Users search for records by entering search criteria in the resulting search screens. Lists of matching records appear with various columns of information to help users recognize and access the desired record. For example, on the Tasks search screen, users may select various search views from links in the left navigation pane to help them find their own pending tasks or others' overdue tasks.
TeamConnect contains many predefined search views for objects installed by default. It also allows you to customize the search views for each object to include a variety of fields, providing users with choices of how they want to search for and display records.
Uses for Search Views
A custom-defined search view can be designated as a collection. When you create such a collection, the collection name appears as a link in the left navigation pane of the end-user interface. Clicking on that link runs the search and displays the search results in the work area of the user interface. In this way a search with complex filtering criteria can be reused quickly, saving the end user the trouble of entering those criteria each time. You can also define, and then assign search views to groups of users.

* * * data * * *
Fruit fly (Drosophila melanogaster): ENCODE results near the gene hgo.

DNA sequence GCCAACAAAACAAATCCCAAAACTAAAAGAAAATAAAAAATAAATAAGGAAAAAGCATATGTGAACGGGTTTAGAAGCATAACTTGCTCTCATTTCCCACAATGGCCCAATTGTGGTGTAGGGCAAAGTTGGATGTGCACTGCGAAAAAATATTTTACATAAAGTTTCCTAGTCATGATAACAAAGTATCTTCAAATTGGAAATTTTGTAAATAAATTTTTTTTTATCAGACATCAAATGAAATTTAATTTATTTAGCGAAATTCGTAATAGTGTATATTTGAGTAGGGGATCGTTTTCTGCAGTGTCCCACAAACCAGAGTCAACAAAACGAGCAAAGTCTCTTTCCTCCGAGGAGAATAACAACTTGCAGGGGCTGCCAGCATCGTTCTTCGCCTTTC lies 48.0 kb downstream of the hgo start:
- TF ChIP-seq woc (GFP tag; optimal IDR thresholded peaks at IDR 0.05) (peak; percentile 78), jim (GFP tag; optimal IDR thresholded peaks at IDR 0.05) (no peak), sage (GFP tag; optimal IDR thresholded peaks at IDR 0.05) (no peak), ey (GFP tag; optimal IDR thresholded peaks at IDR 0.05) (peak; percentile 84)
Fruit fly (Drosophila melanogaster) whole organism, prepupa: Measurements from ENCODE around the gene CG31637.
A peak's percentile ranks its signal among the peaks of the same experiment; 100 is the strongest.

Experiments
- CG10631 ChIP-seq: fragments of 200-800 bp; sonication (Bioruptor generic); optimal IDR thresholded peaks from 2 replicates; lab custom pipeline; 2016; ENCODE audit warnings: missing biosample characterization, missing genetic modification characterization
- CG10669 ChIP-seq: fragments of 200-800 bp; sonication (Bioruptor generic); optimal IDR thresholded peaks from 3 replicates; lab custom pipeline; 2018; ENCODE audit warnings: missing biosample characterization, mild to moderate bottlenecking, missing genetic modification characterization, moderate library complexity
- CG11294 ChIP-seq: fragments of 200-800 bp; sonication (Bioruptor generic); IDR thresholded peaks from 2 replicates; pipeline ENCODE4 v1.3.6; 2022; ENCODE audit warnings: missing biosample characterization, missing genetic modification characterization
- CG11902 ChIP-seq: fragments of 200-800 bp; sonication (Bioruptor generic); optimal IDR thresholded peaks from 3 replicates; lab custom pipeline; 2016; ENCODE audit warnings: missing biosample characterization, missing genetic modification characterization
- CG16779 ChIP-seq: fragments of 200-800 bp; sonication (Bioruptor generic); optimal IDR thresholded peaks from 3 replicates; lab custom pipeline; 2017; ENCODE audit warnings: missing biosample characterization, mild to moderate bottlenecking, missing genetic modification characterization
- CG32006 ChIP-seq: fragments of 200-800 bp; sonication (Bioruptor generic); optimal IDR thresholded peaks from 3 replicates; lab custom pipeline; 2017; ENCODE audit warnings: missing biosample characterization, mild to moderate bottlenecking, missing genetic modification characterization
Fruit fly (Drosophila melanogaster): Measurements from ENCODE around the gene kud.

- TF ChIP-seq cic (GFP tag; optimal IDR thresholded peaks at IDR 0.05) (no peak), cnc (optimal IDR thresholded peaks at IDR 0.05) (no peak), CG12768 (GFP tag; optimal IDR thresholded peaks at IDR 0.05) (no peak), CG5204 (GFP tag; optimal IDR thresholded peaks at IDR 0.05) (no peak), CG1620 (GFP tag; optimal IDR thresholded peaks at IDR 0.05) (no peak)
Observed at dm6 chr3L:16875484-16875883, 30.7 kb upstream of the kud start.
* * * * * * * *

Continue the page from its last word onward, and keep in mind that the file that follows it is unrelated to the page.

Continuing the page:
You may use search views not only for finding records, but also to create a summary of or report on records, which you may print directly from the search screen. For example, you may use a search view for creating a report of all expenses posted during the last 30 days.
When you define a search view, you must also specify where it may be used or accessed in any of the following ways: as a related object, through a portal pane, as a collection link for the object, and through a search module. This flexibility allows you to design different search views to meet the needs of users depending on where they need to search for records.
Searching with Related Objects
When a search view is used with an object that may have other kinds of objects related to it, the search results are limited to records that actually do have related objects present. For example, this combination might happen if a custom object has a category associated with it, which specifies a relation with Involved objects.
If a specific record of that custom object type has the specified category assigned to it, but does not have any relationships with Involved records currently, that record is omitted from the search results.